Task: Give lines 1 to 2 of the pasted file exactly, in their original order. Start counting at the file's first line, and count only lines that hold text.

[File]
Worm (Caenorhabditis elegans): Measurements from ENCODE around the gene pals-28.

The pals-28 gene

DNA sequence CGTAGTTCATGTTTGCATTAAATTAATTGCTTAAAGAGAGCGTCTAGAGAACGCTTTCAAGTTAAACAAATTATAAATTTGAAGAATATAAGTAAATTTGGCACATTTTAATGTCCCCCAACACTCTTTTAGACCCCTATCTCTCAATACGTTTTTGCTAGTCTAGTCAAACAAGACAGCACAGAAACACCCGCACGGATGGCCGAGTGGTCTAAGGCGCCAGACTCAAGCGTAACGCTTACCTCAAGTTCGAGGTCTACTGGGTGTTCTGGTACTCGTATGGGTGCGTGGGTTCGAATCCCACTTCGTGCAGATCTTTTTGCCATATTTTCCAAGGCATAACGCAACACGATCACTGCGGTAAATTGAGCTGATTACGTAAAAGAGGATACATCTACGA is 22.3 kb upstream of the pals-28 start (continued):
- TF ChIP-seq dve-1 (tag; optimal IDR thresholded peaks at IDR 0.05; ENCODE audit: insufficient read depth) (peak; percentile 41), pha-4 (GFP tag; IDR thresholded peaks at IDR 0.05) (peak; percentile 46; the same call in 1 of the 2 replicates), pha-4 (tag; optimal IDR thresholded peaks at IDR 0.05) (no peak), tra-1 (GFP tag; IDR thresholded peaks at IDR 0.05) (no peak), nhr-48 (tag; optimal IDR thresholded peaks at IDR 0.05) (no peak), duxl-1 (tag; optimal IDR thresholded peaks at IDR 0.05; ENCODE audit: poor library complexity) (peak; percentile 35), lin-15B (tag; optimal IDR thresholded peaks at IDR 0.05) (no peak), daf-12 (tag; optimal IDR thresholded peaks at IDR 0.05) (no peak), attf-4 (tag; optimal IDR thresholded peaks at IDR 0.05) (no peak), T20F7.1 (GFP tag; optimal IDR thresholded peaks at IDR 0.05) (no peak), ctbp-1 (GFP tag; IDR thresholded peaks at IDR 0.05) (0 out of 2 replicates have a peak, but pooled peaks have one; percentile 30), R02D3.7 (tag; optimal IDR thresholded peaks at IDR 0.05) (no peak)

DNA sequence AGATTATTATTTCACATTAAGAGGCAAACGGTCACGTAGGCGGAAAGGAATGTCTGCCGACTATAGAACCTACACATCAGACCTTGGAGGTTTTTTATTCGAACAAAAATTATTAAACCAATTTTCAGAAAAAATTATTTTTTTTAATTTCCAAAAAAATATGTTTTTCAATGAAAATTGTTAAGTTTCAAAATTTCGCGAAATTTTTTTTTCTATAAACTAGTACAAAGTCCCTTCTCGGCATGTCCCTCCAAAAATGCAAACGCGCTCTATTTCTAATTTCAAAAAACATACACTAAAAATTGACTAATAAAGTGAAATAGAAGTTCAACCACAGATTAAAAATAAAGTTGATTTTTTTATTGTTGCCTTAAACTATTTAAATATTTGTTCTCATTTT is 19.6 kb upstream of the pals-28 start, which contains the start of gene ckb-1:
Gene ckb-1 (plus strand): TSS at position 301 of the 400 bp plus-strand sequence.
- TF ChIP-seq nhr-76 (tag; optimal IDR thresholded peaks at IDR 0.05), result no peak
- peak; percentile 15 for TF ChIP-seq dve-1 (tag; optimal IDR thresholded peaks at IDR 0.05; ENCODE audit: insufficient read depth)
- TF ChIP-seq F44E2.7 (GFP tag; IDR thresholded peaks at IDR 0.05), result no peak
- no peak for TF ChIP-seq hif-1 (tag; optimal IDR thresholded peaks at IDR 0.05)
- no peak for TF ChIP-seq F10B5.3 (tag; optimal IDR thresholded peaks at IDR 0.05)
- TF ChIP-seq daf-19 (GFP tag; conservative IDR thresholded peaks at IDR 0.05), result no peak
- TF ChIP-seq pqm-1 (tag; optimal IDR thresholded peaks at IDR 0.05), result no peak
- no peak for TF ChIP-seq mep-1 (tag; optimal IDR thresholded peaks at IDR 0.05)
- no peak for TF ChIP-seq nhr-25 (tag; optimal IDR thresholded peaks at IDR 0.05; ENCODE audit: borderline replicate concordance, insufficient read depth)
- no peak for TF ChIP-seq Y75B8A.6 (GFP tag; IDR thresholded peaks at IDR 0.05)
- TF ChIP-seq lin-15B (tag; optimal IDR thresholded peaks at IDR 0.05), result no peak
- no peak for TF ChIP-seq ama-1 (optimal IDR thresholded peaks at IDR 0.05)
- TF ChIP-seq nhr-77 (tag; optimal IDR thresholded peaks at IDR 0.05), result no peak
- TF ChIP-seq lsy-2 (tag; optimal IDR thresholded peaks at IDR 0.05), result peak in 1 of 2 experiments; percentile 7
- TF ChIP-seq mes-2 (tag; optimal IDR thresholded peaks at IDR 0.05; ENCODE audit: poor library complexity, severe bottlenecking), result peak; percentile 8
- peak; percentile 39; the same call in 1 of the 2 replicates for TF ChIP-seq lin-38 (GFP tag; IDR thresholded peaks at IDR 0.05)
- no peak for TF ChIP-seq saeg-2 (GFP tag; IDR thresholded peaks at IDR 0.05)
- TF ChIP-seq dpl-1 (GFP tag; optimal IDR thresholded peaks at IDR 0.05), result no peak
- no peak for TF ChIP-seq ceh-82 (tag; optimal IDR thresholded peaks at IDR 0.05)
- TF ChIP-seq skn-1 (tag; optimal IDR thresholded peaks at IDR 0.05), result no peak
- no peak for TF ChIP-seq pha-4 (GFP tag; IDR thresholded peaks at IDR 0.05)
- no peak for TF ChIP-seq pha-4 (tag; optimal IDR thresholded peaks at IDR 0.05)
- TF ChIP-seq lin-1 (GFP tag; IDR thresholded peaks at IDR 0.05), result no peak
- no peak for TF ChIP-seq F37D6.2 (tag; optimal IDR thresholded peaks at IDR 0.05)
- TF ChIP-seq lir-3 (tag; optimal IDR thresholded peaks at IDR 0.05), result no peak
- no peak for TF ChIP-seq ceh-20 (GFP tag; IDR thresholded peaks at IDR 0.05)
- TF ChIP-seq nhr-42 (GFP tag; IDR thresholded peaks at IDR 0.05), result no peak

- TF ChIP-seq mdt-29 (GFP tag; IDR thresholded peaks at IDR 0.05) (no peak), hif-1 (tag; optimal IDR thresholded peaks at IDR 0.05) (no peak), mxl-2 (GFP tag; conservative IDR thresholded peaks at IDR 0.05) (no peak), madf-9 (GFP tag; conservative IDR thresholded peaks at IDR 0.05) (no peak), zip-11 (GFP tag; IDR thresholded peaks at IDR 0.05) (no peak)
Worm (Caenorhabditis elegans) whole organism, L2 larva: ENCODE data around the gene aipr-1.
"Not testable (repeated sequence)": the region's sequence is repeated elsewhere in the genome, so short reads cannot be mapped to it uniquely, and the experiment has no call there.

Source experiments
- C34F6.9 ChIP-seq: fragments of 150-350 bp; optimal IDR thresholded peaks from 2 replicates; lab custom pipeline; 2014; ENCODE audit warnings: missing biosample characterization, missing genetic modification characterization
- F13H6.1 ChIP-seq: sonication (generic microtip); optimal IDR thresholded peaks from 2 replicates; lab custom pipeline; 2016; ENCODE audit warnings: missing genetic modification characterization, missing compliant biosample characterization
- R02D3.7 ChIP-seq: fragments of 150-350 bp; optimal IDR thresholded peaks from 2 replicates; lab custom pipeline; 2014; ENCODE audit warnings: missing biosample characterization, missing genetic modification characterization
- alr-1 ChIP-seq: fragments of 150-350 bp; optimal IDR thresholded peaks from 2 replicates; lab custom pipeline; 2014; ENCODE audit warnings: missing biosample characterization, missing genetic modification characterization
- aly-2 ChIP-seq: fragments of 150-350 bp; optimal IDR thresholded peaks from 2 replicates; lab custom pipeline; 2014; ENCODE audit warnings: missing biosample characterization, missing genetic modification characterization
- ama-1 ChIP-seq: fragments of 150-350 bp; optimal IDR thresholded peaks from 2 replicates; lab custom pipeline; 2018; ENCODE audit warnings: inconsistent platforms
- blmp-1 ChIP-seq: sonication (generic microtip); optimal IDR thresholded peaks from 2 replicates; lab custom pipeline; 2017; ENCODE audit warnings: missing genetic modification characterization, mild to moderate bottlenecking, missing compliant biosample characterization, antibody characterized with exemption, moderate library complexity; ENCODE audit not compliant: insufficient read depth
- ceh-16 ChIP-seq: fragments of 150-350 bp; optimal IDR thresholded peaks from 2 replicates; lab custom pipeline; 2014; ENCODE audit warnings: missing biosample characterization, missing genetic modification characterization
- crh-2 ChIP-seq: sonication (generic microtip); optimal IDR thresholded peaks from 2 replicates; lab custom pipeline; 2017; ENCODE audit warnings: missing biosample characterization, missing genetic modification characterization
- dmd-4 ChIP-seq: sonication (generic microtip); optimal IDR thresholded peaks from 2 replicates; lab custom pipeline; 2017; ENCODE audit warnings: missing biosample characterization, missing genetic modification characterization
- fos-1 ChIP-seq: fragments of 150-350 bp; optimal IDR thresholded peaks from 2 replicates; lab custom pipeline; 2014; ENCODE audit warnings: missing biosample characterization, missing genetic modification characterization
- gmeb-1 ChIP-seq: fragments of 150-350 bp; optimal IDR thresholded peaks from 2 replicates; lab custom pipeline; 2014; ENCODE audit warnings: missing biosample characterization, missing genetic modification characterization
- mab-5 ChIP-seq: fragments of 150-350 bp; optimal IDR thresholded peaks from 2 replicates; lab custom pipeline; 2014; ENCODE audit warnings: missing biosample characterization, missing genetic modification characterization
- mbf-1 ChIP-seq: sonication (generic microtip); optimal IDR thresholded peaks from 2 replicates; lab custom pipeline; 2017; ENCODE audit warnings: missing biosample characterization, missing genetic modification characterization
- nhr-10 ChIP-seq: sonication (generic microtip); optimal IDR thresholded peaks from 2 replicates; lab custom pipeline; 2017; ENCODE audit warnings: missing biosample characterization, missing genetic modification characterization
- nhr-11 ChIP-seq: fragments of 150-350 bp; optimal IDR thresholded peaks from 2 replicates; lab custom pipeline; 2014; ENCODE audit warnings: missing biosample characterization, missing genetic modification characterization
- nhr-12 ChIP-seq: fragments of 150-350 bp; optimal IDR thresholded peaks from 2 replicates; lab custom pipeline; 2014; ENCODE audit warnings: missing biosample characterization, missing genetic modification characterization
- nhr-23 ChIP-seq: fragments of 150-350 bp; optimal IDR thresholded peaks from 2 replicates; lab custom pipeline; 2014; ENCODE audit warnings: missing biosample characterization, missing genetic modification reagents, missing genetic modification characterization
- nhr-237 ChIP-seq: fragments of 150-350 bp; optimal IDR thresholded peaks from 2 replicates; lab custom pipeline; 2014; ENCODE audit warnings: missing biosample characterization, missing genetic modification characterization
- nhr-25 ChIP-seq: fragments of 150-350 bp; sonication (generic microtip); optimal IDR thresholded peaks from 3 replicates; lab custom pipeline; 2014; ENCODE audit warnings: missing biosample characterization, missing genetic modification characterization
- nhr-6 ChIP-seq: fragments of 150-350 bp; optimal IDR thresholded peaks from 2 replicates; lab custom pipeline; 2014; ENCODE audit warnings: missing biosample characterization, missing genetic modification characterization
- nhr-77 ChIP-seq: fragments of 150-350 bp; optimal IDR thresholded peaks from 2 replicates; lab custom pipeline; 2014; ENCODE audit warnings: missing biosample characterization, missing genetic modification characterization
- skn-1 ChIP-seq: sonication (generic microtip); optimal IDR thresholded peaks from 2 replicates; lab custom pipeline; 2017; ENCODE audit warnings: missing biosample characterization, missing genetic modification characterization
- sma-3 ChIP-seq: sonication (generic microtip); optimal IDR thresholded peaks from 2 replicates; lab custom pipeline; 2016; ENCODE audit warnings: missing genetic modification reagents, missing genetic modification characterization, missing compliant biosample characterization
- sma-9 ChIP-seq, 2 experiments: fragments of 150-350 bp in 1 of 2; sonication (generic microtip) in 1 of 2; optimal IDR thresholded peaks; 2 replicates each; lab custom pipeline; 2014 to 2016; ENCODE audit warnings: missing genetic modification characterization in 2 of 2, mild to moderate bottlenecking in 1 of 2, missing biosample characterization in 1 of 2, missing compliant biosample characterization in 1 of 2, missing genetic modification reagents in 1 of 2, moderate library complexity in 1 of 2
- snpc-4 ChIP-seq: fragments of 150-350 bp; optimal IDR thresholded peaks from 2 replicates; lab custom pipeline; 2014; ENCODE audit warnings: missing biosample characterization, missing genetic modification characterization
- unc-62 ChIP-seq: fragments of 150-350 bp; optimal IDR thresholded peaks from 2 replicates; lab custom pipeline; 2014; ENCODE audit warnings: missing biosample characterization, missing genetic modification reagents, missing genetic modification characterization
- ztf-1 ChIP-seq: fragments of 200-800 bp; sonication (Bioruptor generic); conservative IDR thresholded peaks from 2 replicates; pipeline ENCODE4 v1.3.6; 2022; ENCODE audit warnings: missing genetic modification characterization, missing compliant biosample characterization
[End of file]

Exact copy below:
Worm (Caenorhabditis elegans): Measurements from ENCODE around the gene pals-28.

The pals-28 gene